May you remember to call upon it whenever you need it.
In Mesa, Arizona, I met a soft-spoken woman named Mazi. “I know I have strength,” she said. “And I remember the exact date I found this to be true: July 19, 1979. With bright eyes and a broad smile, Mazi beamed; she seemed to grow taller than her 5-foot stature as she shared her story of how a small dog showed Mazi her strength.
Mazi was 28-years-old and living with her seven-year-old son and her aging mother in Ajmer, a small desert town in Northwest India. Many dogs roamed the streets in Ajmer, and that summer Mazi befriended one, a little brown dog that came to her home every day, searching for food and shelter from the hot sun. Mazi looked forward to the visits, especially when she noticed the dog’s belly swelling with a litter of puppies.
With the monsoon season approaching, Mazi, like everyone else in Ajmer, prepared. She had an ample supply of candles and oil lamps, knowing that electricity would often be turned off during the heavy rains. That summer the rains were especially torrential. On July 19, when the water reached flood proportions, Mazi, her son, and her mom climbed the stairs of their one-story home to the roof. As the sky darkened and the rain poured, they watched as cattle and furniture rushed by in a massive, muddy river.
“Suddenly, I noticed a dog – that dog – standing precariously on the wall that surrounded our house. It was as if my heart burst open,” she said. “I had to save her.”
Strength came in the form of determination, and it rose within Mazi, like the water rising around her. Without hesitation, Mazi worked her way down the stairs and through the house. Pushing through chest-high water, hardly able to see in the darkness, Mazi finally reached the front door. There, with a mixture of resolve and physical strength, she forced the door open and pressed on through the floodwater to the wall. Despite the pressure of the water, Mazi stood steadily and lifted the dog from the wall. And then, she turned around and repeated the whole grueling effort…in reverse: back to the door, through the house, and up to the roof, while holding the dog.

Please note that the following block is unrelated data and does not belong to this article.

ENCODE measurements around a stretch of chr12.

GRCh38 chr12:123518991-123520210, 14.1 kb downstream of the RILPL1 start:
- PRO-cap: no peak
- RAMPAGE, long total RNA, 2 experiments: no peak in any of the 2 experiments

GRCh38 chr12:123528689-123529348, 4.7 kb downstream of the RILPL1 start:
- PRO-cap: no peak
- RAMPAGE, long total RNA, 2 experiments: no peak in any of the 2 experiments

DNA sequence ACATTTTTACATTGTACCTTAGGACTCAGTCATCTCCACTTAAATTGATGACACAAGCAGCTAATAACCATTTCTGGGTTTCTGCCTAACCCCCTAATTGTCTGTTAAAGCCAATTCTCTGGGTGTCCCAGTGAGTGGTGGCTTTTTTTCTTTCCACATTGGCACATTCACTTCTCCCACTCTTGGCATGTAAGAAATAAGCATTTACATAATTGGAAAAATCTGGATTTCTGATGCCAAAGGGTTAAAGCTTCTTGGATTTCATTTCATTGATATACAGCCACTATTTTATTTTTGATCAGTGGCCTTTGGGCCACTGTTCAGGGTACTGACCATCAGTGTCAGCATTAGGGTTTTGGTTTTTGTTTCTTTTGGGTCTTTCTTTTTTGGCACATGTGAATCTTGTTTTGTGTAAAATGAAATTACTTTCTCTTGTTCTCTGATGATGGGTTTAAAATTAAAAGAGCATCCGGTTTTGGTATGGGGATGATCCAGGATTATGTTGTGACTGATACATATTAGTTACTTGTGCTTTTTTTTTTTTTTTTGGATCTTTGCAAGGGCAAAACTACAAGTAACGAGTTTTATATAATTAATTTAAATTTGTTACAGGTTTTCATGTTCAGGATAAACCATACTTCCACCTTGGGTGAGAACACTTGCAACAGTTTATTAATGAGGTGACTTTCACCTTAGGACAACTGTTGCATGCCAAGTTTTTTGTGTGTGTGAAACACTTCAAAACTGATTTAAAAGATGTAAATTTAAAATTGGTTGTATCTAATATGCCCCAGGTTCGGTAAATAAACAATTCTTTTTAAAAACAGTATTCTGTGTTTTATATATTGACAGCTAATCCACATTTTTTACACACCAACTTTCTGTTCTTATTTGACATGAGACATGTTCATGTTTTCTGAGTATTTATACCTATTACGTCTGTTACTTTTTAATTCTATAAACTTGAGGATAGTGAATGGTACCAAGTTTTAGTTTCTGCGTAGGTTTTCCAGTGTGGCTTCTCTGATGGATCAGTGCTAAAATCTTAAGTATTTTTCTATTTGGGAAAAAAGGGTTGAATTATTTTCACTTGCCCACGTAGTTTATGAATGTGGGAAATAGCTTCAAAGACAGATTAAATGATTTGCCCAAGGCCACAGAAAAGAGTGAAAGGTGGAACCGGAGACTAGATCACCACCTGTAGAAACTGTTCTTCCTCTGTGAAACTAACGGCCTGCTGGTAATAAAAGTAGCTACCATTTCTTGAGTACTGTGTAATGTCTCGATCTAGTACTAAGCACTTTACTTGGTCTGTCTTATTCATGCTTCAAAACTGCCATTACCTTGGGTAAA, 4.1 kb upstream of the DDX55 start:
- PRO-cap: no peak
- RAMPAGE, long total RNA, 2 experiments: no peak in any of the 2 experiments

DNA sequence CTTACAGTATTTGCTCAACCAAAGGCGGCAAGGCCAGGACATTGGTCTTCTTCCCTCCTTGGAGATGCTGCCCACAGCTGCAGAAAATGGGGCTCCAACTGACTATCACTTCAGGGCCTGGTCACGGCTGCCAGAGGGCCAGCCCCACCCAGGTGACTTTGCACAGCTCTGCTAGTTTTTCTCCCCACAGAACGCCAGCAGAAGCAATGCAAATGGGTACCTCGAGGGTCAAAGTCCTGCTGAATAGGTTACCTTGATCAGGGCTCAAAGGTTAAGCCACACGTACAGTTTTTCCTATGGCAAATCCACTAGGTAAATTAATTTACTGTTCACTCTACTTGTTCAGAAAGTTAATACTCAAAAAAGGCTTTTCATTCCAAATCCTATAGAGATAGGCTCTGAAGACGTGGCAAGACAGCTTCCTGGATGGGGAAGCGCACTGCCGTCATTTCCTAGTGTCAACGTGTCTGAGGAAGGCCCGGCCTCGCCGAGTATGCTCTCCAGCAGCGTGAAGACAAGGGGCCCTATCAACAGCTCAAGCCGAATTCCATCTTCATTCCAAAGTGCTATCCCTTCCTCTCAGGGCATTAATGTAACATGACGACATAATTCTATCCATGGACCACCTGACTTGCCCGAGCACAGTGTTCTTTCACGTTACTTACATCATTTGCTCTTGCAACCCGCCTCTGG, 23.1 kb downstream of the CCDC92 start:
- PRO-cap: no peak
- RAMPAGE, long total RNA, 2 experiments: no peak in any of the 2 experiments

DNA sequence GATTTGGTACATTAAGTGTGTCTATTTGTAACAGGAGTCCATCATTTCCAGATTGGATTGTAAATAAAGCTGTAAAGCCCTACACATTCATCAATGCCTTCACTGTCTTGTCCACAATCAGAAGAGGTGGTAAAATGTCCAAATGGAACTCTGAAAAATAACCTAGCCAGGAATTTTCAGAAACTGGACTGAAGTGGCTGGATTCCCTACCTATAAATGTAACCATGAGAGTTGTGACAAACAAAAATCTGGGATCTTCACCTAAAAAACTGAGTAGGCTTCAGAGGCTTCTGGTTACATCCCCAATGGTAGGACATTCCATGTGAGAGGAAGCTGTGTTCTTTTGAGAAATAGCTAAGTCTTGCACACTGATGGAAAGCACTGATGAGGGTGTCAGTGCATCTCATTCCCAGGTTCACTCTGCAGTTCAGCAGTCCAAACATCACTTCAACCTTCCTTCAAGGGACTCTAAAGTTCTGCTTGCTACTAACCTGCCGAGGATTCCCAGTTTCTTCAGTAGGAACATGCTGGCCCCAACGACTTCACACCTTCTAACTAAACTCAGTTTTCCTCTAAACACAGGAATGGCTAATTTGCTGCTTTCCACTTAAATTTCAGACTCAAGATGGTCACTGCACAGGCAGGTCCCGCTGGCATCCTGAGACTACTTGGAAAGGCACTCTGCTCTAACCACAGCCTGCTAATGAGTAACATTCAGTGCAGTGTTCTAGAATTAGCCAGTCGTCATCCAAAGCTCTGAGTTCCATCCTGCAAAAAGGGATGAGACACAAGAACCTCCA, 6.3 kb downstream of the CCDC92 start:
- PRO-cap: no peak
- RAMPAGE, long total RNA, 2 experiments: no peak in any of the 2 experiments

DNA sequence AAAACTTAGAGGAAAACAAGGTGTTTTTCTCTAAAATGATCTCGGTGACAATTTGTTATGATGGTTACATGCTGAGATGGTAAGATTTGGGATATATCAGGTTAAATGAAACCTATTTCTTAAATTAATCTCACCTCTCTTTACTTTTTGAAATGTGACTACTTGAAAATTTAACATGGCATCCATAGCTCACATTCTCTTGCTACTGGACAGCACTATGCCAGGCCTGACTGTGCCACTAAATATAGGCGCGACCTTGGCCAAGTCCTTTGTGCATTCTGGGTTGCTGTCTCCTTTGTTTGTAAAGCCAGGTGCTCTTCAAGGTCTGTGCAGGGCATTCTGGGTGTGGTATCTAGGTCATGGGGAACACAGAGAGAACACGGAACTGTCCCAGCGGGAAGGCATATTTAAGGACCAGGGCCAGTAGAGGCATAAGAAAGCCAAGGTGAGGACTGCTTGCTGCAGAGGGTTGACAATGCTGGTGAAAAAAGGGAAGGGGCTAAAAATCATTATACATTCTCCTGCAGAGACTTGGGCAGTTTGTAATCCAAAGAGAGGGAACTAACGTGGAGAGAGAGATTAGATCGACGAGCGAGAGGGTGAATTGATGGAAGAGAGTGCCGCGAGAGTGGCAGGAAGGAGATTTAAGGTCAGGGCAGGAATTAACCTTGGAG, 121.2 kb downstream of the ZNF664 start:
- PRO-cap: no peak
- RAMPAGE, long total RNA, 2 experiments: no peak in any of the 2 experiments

“I continue to be amazed at the enormous physical strength and strength of purpose that filled me that day,” Mazi said, “especially since I didn’t know how to swim. But, I loved that little dog. And I was so afraid she would be swept away before I could reach her. Since then I have always known: I have strength!”
Mazi continued, “Up until then, I never saw myself as a strong person. Although, I realize now that I probably used strength in many small ways over the years as I was growing up without being aware of it.”
Mazi’s story led me to ask a question: Haven’t we all summoned strength to meet many challenges, large and small, from the time we were born?
In her book, Still Woman Enough, Loretta Lynn says, “When you look back over your life and see how much you’ve had to face, and how you’ve dealt with it, it’s interesting to try and pinpoint the first time you faced something that might tear you apart. The first time you had to reach inside yourself and pull out strength you didn’t know you had, strength that hadn’t even been needed until then.”
Sometimes strength rushes in with full force, as it did for Mazi in the flood. Other times, it trickles in slowly and may go unnoticed until it builds to a steady flow.
Any one of our memories of using strength can serve as a touchstone for us, a reminder that we always have access to a wellspring of strength.
During the times that call for strength, in addition to engaging in an activity that is likely to empower you, remember to be kind to yourself. Use compassion. Allow any feelings of fear, doubt, and weakness you might be experiencing to soften and melt away instead of resisting them. Let these song lyrics hearten you:
If I’m afraid, it doesn’t mean that I’m not brave.
And if I doubt, it doesn’t mean that I’ve lost faith.
And if I fall, if doesn’t mean I can’t go on.
And if I cry, it doesn’t mean that I’m not strong.”
– Jana Stanfield and Karen Taylor-Good, Doesn’t Mean That I’m Not Strong from the CD, Brave Faith
For reflection, journaling and discussion:
1. Do you consider yourself to be a “strong” person? Why?
2. How have you used strength?
3. To complete a project? To face a challenge?
4. To follow a dream? To be present in a situation?
5. What stirs a feeling of empowerment in you?
6. From what activities do you draw strength?
7. Prayer? Walking? Meditating? Dancing? Swimming laps? Talking with a friend? Playing rousing music?
8. Is there an area in your life where you would like more strength to flow?